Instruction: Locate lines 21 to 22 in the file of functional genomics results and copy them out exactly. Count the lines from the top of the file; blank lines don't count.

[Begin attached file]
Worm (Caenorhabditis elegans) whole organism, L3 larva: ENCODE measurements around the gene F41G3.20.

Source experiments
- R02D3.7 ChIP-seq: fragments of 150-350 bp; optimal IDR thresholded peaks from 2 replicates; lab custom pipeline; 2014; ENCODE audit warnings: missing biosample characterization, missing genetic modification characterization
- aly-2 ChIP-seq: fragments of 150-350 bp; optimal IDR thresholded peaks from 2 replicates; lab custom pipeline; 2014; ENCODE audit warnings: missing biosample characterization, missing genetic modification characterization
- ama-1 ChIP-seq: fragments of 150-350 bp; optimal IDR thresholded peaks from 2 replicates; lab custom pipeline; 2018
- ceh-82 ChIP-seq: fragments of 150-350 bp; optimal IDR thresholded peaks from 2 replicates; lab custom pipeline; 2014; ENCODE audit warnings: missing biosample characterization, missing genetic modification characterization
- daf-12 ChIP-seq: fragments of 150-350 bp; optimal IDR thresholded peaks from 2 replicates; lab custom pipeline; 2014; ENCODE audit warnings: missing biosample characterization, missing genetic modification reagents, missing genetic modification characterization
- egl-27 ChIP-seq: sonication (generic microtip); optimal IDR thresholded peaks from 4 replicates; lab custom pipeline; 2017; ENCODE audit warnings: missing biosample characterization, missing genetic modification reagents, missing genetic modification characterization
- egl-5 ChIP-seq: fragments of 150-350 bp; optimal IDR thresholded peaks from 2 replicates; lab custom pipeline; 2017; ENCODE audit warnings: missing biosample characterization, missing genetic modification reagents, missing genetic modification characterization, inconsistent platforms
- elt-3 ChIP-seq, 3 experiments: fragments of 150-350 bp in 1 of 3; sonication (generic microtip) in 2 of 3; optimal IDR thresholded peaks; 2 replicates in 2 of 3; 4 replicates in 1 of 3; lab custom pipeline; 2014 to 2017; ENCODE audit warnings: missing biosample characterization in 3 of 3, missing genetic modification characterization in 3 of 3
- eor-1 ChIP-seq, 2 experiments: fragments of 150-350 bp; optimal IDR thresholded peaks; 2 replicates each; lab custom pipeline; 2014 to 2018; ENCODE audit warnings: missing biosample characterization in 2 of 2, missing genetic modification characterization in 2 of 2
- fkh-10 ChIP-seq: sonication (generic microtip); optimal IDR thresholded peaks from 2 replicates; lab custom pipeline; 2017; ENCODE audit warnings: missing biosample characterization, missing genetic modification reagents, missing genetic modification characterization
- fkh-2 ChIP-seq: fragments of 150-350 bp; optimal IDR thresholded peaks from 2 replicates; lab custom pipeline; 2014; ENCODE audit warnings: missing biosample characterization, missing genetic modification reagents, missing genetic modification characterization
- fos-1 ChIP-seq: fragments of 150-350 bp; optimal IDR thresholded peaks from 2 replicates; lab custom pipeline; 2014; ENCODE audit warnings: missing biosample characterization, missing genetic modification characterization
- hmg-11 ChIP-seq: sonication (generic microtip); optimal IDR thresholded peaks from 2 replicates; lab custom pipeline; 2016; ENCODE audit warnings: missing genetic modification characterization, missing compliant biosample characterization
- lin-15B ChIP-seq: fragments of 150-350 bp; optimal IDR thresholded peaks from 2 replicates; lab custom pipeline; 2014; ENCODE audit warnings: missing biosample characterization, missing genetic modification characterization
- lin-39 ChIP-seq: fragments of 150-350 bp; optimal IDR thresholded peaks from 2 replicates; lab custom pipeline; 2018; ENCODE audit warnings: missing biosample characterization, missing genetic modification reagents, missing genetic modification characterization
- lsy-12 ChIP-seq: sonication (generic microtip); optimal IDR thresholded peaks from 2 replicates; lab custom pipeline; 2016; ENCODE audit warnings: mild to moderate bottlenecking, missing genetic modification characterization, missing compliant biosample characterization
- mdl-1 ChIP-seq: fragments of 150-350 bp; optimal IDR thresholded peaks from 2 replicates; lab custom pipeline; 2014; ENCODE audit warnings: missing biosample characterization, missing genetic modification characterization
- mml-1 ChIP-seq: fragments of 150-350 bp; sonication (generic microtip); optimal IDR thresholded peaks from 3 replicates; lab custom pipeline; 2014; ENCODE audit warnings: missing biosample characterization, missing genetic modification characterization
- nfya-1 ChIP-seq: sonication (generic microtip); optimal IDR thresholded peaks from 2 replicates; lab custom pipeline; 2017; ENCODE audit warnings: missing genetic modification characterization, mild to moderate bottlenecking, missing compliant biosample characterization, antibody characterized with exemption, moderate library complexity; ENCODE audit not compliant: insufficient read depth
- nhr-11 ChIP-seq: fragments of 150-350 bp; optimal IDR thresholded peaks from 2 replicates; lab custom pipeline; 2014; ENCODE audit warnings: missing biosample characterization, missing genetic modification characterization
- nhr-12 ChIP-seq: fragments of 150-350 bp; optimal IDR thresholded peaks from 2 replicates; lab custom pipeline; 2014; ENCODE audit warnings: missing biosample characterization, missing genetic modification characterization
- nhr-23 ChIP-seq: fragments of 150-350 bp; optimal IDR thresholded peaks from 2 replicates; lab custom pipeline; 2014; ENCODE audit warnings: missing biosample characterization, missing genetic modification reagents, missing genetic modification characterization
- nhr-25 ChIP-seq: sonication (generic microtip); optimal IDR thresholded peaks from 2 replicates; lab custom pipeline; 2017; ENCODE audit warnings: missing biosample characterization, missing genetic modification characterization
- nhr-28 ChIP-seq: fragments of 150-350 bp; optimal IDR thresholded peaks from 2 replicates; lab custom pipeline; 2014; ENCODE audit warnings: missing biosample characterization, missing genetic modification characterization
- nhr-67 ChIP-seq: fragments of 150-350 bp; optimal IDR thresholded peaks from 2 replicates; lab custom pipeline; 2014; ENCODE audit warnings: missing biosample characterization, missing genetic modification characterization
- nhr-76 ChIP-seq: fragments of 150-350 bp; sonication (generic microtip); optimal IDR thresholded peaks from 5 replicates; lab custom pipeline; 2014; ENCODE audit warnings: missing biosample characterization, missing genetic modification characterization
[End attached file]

- nfya-1 ChIP-seq: sonication (generic microtip); optimal IDR thresholded peaks from 2 replicates; lab custom pipeline; 2017; ENCODE audit warnings: missing genetic modification characterization, mild to moderate bottlenecking, missing compliant biosample characterization, antibody characterized with exemption, moderate library complexity; ENCODE audit not compliant: insufficient read depth
- nhr-11 ChIP-seq: fragments of 150-350 bp; optimal IDR thresholded peaks from 2 replicates; lab custom pipeline; 2014; ENCODE audit warnings: missing biosample characterization, missing genetic modification characterization